(Editor’s Note: Westport resident Susan Granger grew up in Hollywood, studied journalism with Pierre Salinger at Mills College, and graduated from the University of Pennsylvania with highest honors in journalism. In addition to writing for newspapers and magazines, she has been on radio/television as an anchorwoman and movie/drama critic for many years. See her reviews at

Gallery: Mystic Bowie – Talking Dreads Tailgate Concert

Scenes from tonight’s Supper & Soul Drive In Tailgate concert at the Imperial Avenue parking lot by the Caribbean/reggae band Mystic Bowie – Talking Dreads. It was sponsored by the Westport-Weston Chamber of Commerce and Westport Library. There will be another concert Sunday, postponed from Friday because of the storm. Contributed photos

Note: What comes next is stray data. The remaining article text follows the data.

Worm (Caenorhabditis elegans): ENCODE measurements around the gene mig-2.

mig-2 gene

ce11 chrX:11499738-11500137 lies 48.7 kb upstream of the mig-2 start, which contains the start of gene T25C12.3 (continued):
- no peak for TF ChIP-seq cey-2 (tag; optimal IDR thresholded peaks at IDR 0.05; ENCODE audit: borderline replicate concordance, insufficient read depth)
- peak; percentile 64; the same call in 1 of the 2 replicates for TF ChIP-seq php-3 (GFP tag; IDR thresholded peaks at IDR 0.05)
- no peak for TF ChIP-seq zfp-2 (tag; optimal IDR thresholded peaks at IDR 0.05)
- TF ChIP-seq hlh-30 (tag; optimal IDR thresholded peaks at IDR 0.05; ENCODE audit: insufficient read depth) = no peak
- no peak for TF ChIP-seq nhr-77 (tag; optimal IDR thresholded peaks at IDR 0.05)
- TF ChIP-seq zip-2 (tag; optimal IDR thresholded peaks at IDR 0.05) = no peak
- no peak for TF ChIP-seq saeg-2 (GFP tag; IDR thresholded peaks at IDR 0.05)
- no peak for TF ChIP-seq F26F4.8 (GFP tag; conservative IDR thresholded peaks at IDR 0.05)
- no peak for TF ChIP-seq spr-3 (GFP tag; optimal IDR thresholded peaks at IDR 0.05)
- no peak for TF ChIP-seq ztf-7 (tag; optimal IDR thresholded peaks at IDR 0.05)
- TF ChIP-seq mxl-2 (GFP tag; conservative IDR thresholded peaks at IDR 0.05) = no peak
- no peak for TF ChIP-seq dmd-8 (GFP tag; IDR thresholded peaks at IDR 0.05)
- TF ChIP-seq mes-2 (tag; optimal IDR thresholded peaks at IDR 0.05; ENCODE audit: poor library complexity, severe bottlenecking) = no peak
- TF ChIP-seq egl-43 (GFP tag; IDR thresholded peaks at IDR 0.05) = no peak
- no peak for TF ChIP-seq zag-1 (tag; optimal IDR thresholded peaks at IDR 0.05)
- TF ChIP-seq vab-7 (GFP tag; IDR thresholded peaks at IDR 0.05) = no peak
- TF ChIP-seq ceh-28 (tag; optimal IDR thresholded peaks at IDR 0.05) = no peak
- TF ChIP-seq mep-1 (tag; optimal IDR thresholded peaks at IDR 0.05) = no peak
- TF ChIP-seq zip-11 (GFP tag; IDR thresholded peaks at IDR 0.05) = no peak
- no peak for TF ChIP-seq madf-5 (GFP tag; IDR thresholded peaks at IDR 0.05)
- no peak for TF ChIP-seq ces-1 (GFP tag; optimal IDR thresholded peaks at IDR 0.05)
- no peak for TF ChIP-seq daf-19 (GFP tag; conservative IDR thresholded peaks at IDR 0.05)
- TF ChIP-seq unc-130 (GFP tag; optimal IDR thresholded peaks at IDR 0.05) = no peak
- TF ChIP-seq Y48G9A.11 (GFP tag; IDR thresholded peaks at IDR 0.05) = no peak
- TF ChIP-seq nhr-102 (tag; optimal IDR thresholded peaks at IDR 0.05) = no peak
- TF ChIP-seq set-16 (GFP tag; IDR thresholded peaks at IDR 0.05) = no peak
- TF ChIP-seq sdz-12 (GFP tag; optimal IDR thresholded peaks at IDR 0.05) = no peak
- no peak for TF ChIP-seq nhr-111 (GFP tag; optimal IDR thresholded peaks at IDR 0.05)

Supper & Soul Performance Rescheduled

By moving up the start time, concert attendees will be able to be home before nightfall, the announcement said,

Tickets for Friday night will be honored on Sunday. Gates to the Imperial parking lot will now open at 4 p.m. to begin the socially distant tailgate before the show.

Saturday tickets will only be accepted for Saturday’s show. There are no refunds being offered as the Sunday date was always a fallback due to weather.

For more information.

Granger at the Movies: ‘Palm Springs,’ ‘Blood and Money,’ The Rental’

Plus there’s this menacing fellow, Roy (J.K. Simmons), who’s been relentlessly stalking Nyles, bearing a heavy moral grudge.

As Nyles and Sarah struggle to keep their sanity in this bizarre, morally complex, often tedious situation, there’s absurdist humor, peppered with deeply philosophical observations.

“We have no other choice but to learn how to suffer existence,” Nyles tells her, as she makes one-attempt-after-another to escape.